As Wholesalers, We Aren’t Being Good Partners to Our Brewers

You see, we claim to be “partners” with our suppliers; but that word is used so much in this industry it has lost all meaning. If they are our partners, why would we so easily abandon their economic interests?  

A couple hundred barrels of beer annually out of a taproom does not hurt our bottom line. If anything, the trial opportunities created when a consumer visits a brewery are such an exceptional form of marketing that they should be sending us a bill.  The truth is that the dollars only flow in one direction through the tiers, and the largest gross tally is from the millions that go from retailers to wholesalers.  

So we have to side with our customers, right?  Wrong, and I’ll tell you why.  

Brewery Taproom Success Isn’t a Threat to the Market

First and foremost, where is the economic evidence that brewery taprooms are hurting retail sales?  If that simple question goes unanswered, it is evident that this is unequivocally zero-sum lobbying strategy, with no substance.  

Really, it’s no better than prohibitionists forcing the simplistic math of price up = consumption down. It’s also illogical, in that claims that there is a finite pool of dollars from which both entities are drawing.

Think about that. It’s not the same experience.  

They are basically attempting to say that the consumer looking for a brewery visit experience at Union Brewing Company in Baltimore is the same person who would be at Chief’s Bar, if there was no competition.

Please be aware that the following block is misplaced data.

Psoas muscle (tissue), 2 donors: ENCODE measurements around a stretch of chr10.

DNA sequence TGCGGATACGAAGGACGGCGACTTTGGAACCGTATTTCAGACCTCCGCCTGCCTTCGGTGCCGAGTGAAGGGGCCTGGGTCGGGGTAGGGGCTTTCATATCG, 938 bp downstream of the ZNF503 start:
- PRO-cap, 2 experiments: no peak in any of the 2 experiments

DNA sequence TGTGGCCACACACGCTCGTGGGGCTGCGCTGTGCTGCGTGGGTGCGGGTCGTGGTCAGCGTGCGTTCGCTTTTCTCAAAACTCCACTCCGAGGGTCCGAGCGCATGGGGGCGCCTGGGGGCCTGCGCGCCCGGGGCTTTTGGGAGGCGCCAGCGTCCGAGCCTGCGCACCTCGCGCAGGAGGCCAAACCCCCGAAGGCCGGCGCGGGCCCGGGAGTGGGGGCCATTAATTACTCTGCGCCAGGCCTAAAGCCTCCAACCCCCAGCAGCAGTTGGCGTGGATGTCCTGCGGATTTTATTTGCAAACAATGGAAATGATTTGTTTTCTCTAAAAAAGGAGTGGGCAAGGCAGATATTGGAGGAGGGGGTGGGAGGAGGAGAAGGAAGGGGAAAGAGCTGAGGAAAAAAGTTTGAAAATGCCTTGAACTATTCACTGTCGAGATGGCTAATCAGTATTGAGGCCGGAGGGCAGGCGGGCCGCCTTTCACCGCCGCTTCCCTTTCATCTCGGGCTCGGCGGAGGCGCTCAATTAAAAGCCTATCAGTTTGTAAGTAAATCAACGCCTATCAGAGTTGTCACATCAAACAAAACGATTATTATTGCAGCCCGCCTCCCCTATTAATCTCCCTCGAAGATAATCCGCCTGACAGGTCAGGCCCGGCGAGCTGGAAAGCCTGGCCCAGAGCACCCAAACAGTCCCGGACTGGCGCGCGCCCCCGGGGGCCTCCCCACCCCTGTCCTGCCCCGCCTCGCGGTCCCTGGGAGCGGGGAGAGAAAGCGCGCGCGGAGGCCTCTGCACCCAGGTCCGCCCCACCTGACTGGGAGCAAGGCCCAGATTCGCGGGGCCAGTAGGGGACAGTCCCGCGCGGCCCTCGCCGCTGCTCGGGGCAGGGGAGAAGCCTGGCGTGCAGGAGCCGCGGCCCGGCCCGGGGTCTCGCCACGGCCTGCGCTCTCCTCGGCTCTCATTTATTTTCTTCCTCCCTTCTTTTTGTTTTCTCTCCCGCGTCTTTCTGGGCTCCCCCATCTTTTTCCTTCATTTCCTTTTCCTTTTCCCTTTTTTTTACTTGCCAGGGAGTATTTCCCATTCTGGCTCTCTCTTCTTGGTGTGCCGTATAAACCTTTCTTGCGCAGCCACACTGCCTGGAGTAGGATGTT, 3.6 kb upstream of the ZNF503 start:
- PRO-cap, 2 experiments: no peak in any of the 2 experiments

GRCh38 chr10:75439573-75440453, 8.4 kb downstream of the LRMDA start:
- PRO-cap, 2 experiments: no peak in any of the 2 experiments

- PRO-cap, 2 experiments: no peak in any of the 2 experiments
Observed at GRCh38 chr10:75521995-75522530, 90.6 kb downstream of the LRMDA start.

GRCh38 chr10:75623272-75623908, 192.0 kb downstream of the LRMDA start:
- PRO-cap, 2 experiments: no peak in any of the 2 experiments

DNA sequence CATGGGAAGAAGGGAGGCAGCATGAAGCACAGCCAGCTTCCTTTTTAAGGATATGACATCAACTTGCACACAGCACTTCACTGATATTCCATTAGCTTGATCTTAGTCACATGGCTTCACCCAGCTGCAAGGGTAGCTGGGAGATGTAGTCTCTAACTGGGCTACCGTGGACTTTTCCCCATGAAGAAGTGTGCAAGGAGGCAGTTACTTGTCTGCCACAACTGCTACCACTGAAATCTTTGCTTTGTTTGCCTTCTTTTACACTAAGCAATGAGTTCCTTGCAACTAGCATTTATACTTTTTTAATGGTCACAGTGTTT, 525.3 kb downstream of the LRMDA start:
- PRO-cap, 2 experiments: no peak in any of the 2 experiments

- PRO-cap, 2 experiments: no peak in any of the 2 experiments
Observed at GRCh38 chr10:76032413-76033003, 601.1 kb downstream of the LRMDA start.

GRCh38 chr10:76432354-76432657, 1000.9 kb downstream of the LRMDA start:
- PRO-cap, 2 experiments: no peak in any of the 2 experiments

Second, it gives no regard to industry trends.  With beer’s share of national alcohol dollars consistently shrinking, while LOCAL beer’s share of overall beer dollars constantly growing, our entire future appears to be tied to the success of our local breweries.

Finally, we should have some spine. Our local breweries truly act as partners to us, despite the cliché, from which that phrase is derived.  

They are infinitely helpful in growing our profitability with their sales presence, their marketing efforts, their SUPERIOR BEER and their ceaseless hard work. Don’t get me wrong, I love our retailers; some of my best friends are retailers.

However, with the carefully-protected control market we have in Maryland, a retailer going out of business does not hurt the overall economy of the region. A new retailer will spring up in its place, or those dollars will simply strengthen the business of a nearby competitor. The market as a whole will not lose value.  

It’s Time for Beer Wholesalers to Speak Up and Protect Breweries

If a brewery’s growth is hobbled, that harms the overall pie, because there are a limited number of local breweries, and they are not easily replaced. 

In addition, those more tourism-focused taproom occasions, if reduced, WILL harm the total value of the market, because going to the neighborhood pub is not the same experience. The occasion doesn’t transfer; it just goes away.

Rule number one of economic growth? Try not make things go away.

Beer wholesalers of Maryland should have the courage to stand up to the powerful MSLBA lobby, and say, “We will not let our thriving local beer scene go away!” Yell it from the rooftop.


If you are interested in supporting local Maryland craft brewers, please contact your senators today and ask them to amend HB 1283 to restore operating hours to Class 5 breweries, as well as their ability to brew beer for others and pour its own beer at other Maryland breweries.

10 comments / Add your comment below

    1. Well, it’s a wholesaler’s perspective in that it was written by someone who works for a wholesaler. So these are their words and their take on the situation, without editorial guidance or intervention on my part.

    2. I think they thread what the wholesalers perspective would be throughout the editorial while pointing out why they disagree with it.